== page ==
• natvis files from the project are evaluated after all the other files from the other possible locations; that means you can override existing (general) visualizers with project-specific visualizers

For more see Project Support for Natvis.

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Visual Studio 2012 provides support for new features, such as code review and feedback through the use of the Work Item tracking system in TFS. (You can read more about it in this article New Code Review feature in Visual Studio 2012).

However, to be able to use these features you must use a process template that supports them. If you try to access these features without upgrading the process template you get errors.

This feature can’t be used until your Team Foundation administrator has enabled it on the team project.

To use My Work to multi-task and manage your changes, you must enable the feature on the server.
Click here to enable the new features


The error in the verification step for configuring the team project happen because an old process template is in use.

If your current process template is MSF for Agile Software Development version 4.x then you need to follow the steps in this article: Update a Team Project Based on an MSF v4.2 Process Template.

To being able to update, you first have to download the latest version of the process template. You can do this from Visual Studio. Go to Team > Team Project Collection Settings > Process Template Manager and download the template.

After you have the process template files go ahead and update according to the steps defined in the before mentioned article. However, there is a missing command in the first step of the process. You need to change an additional system field than those mentioned in the article:

If you need to do this for multiple projects then you’ll have to run most of these steps for each project. So here are two batch files with commands you need to run:

  • update the Team Project collection (run only once):

    Note: Make sure you set the correct URL to your collection and replace TemplateDir with the actual path of the process template that you downloaded.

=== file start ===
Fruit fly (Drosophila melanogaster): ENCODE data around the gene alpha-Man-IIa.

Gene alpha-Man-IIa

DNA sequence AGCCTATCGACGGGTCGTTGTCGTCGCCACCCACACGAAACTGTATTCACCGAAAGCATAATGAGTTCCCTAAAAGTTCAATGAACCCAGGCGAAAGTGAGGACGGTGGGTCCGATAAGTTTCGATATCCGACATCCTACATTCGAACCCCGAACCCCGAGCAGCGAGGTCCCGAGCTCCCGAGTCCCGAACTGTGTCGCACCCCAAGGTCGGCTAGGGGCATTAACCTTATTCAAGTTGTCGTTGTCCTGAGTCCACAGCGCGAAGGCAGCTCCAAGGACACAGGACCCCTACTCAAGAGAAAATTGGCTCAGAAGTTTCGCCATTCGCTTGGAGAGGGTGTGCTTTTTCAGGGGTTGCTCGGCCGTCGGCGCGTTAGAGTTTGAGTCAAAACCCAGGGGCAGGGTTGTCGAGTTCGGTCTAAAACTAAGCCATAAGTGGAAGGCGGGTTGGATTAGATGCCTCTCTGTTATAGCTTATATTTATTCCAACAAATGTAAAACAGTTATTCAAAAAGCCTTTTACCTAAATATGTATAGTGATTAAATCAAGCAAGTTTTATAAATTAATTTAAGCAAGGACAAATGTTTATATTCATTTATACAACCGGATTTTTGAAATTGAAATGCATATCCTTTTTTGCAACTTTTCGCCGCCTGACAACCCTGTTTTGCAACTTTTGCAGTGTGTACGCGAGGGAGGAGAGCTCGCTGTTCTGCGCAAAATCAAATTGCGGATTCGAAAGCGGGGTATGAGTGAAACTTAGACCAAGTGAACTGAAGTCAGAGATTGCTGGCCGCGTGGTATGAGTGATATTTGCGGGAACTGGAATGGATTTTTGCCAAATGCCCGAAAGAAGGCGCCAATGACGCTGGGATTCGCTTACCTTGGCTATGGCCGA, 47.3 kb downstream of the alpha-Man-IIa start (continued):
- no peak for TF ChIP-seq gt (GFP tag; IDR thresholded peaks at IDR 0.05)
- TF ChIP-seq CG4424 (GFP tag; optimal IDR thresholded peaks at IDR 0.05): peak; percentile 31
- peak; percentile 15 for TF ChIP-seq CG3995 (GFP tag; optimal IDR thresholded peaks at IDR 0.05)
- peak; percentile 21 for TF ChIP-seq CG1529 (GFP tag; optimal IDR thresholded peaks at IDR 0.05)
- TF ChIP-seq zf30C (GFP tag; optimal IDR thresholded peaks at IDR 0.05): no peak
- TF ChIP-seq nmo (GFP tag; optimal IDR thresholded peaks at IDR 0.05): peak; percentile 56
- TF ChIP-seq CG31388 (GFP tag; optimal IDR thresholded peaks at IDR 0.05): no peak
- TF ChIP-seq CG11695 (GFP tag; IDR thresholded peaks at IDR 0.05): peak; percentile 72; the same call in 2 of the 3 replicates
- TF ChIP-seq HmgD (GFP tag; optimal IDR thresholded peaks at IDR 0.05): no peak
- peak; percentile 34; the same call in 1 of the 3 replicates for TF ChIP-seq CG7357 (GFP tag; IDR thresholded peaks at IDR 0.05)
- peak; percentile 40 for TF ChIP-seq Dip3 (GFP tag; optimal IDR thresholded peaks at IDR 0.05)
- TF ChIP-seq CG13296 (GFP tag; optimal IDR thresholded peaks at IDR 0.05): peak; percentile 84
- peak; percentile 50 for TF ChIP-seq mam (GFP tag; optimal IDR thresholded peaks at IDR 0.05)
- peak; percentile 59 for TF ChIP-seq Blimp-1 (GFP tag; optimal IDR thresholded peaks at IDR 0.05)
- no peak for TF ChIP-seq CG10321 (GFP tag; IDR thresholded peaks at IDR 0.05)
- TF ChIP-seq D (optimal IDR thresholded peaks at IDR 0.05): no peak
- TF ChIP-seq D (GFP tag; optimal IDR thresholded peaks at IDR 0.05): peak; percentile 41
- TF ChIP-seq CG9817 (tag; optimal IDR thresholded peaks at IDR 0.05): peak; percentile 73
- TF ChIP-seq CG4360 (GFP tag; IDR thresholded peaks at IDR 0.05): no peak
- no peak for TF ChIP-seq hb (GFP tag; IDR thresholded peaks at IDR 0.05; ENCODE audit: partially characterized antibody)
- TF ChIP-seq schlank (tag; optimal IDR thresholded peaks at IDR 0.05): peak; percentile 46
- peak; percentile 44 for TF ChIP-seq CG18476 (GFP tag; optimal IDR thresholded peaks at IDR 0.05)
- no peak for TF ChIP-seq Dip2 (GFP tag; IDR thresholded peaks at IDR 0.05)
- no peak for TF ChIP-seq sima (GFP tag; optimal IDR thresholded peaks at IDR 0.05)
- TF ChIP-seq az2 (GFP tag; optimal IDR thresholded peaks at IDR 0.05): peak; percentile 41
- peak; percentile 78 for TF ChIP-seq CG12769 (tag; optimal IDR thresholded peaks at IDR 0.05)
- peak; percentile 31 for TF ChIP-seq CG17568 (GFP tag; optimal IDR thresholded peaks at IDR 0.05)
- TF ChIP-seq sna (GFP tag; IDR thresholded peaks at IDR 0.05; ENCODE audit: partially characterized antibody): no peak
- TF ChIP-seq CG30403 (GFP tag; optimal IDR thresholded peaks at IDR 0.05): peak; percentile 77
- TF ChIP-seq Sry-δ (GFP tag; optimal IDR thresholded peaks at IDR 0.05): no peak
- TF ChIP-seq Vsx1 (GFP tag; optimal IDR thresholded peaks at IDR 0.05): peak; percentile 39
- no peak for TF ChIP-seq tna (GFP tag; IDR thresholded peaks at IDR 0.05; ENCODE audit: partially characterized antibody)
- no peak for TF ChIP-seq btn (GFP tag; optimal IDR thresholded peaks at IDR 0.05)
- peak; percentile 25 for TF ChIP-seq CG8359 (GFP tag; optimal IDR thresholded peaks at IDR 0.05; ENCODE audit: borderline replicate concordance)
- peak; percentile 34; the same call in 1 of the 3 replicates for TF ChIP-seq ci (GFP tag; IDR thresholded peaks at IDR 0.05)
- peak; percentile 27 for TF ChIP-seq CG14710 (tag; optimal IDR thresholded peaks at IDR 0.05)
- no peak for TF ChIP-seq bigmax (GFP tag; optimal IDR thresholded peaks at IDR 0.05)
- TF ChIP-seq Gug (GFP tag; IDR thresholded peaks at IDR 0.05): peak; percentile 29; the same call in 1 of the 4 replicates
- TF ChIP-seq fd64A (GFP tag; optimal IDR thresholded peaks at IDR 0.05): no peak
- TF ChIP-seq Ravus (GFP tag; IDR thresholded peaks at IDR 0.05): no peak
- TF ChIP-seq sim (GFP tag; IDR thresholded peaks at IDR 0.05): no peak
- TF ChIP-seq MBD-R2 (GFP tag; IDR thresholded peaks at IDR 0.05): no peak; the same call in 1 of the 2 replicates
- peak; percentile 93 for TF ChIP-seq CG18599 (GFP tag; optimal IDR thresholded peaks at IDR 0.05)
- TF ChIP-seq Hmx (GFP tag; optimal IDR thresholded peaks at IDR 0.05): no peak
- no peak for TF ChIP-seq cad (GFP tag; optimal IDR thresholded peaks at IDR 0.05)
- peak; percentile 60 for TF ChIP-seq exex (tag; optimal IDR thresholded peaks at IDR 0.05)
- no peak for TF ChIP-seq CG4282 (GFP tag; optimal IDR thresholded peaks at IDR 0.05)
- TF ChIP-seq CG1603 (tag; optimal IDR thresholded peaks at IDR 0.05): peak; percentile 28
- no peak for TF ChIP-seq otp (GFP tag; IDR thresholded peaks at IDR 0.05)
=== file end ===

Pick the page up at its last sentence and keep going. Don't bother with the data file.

• Update the Team Project (run once for each project)

    You execute the batch passing the name of the project (in quotes if it contains spaces).

After these commands have executed successfully you can go ahead and use the new features.

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Speed-up VC++ builds

The larger a VC++ project is (or any project for that matter) the more time it takes to build. If you have solutions with many large projects the build times could get into your way. Starting a rebuild and going to lunch was a common scenario for me, as building took 20-25 minutes. Of course, you don’t rebuild everything all the time, but sometimes is enough to change something in a header somewhere deep inside the dependency web and trigger a rebuild of many or all the projects in a solution.

Using compiler switches and other tricks I managed to reduce the build time with about 50% or more (the percent of speedup is similar on different machines, regardless of the previous build times on those machines). Replacing the hard disk with an SSD provided an additional 25% speed. My full build times have decreased from 20-25 minutes to about 7 minutes.

First off all, Visual Studio enables parallel projects builds by default. As long as your projects don’t have dependency and can be built in parallel, it is possible to have up to 32 projects built at the same time. By default the number of projects built in parallel is set to the number of available cores. This option can be change from Tools > Options > Projects and Solutions > Build and Run.


The VC++ compiler also supports multi-processor compilation. This can be enabled with a compiler switch, /MP. The result of this switch is that the compiler spawns into additional processes that simultaneous compile the source files. This option can be set per project from Project > Properties > Configuration Properties > C/C++ > General.


This option is however incompatible with several compiler and language features. In case of incompatibility the behavior differs:

  • if the incompatibility is with another compiler option a warning is displayed and the /MP options is ignored